Lemon sour in Tokyo
The lemon sour is ubiquitous on menus in bars and restaurants across Japan. It shouldn’t be mistaken for a sour cocktail like the daiquiri or margarita; the lemon sour (or ramon sawal ‘レモンサワー’) exists in a shining league of its own. A lemon (or grapefruit, or plum) sour is also called chuhai, an abbreviated form of its proper name, Shochu Highball.
I first came across the lemon sour in Tokyo, in a tiny yakitori joint on Omoide Yokocho, Shinjuku’s popular yakitori alley.
The story behind Omoide begins in post-war Japan, when the devastated nation was struggling to find its feet again. Goods were scarce, and staples such as udon and wheat flour for making ramen noodles were strictly controlled, so people remade their businesses according to what was available, such as the entrails of cows and pigs brought by occupation troops. This marked the beginnings of the motsu-yaki shop—which served grilled animal organs—and the stalls soon became prosperous. The shops were (and still are) divided by single boards, huddled close to each other in narrow alleys such as Omoide. The cooks prepare yakitori skewers mere inches in front of you, popping them onto a coal-fired grill when they’re assembled. If you’re lucky (as we were), you get to sit in front of the flames, as the chef deftly cooks the yakitori to a perfect char.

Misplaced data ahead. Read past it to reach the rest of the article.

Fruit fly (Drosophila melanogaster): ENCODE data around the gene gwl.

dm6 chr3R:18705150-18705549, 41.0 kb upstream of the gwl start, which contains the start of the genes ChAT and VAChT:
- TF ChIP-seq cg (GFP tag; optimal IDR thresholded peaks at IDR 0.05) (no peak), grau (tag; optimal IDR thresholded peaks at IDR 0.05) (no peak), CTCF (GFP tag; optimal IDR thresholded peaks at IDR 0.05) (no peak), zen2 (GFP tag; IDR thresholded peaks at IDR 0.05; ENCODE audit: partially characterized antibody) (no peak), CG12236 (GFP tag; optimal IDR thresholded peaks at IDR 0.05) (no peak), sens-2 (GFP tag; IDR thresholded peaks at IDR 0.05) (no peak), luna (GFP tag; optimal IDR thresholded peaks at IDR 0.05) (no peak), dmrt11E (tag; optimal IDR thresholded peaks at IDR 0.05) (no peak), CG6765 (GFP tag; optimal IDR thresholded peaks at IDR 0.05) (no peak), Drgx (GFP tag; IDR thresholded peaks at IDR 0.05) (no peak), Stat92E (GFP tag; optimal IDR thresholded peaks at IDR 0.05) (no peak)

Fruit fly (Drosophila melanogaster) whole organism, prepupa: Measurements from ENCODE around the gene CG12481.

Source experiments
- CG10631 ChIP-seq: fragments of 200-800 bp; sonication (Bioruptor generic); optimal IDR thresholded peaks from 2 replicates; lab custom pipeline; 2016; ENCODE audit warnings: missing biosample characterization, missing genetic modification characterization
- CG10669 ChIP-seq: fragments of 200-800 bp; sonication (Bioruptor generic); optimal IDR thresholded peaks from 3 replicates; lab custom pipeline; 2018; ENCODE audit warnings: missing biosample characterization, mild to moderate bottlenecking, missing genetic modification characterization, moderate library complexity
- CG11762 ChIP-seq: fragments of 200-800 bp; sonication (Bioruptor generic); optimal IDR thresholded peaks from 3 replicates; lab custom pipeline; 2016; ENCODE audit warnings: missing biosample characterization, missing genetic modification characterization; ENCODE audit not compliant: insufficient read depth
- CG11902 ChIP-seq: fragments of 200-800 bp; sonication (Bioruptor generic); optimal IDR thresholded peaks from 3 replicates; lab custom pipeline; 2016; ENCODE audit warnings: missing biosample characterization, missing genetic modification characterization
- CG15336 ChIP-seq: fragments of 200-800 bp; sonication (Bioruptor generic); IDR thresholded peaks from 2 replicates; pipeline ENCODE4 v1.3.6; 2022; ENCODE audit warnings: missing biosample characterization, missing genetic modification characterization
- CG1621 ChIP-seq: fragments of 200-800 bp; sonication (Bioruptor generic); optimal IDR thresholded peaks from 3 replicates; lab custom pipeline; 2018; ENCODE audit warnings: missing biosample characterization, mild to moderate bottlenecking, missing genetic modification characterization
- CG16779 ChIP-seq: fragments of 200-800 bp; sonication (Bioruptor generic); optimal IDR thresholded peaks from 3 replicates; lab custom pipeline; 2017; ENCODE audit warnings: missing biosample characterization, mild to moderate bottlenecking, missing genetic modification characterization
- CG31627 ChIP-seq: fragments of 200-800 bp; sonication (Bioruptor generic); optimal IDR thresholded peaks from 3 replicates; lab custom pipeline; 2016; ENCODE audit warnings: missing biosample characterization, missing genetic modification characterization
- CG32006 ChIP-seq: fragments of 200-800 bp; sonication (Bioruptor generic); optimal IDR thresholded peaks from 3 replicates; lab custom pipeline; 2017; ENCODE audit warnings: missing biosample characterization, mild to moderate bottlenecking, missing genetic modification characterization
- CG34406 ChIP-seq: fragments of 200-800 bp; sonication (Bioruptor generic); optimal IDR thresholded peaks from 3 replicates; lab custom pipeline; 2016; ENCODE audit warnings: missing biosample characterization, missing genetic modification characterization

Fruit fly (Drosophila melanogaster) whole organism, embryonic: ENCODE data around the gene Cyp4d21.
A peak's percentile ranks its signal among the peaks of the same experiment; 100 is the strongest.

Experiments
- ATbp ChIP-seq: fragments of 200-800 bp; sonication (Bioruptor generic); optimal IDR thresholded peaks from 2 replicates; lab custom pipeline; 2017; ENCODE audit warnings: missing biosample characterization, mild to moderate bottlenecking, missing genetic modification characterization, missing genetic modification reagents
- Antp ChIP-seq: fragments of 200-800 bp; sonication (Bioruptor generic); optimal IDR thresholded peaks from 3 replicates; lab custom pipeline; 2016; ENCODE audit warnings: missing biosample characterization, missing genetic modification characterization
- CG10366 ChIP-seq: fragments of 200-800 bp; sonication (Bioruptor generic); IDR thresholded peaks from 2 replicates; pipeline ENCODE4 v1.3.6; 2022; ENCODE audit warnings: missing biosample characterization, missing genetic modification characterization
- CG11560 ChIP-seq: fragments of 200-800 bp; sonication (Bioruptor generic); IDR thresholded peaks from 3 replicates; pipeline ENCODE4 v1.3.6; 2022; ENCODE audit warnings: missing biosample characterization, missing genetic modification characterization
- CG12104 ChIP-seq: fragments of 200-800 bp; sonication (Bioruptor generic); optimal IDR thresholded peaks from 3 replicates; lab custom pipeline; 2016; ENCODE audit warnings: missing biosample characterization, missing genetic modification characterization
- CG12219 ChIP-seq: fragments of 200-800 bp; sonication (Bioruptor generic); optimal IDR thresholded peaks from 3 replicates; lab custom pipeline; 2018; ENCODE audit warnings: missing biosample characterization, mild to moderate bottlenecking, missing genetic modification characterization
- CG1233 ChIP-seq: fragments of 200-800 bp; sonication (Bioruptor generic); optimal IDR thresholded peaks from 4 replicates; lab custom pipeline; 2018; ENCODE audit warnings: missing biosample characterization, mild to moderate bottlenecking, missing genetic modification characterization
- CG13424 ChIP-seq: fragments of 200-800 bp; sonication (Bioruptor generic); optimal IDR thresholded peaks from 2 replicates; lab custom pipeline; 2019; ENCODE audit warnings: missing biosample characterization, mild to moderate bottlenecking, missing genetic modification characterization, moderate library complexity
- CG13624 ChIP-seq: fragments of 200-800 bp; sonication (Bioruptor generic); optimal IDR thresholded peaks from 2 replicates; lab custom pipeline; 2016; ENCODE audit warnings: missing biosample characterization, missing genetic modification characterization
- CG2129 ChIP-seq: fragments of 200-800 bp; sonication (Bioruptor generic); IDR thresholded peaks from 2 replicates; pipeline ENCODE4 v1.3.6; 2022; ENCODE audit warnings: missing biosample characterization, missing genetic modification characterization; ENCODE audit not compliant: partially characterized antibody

I didn’t know what a lemon sour was, but I ordered it anyway. The drink arrived quickly in a tall glass. The taste was (naturally) slightly sour, yet dry. Made with a base liquor of shochu, the chuhai is mixed with Hi-Sour soda. A slice of lemon is added as a final touch. Some restaurants bring out a squeezer and half a lemon together with your drink so you can squeeze the juice yourself.
The lemon sours at this yakitori stall were weak, but fit perfectly with the food. Paired with motsu—chicken heart, skin, and liver; pork tongue, liver, and intestines—the flavor of the chuhai intensifies the taste of the savory meat. It neither overpowers nor taints, and leaves plenty of room for food, unlike beer.
Light and refreshing, chuhai converted me. I drank nothing else during my visit after that first encounter. Leaving Japan’s shores was difficult, my connection with chuhai severed until my next visit.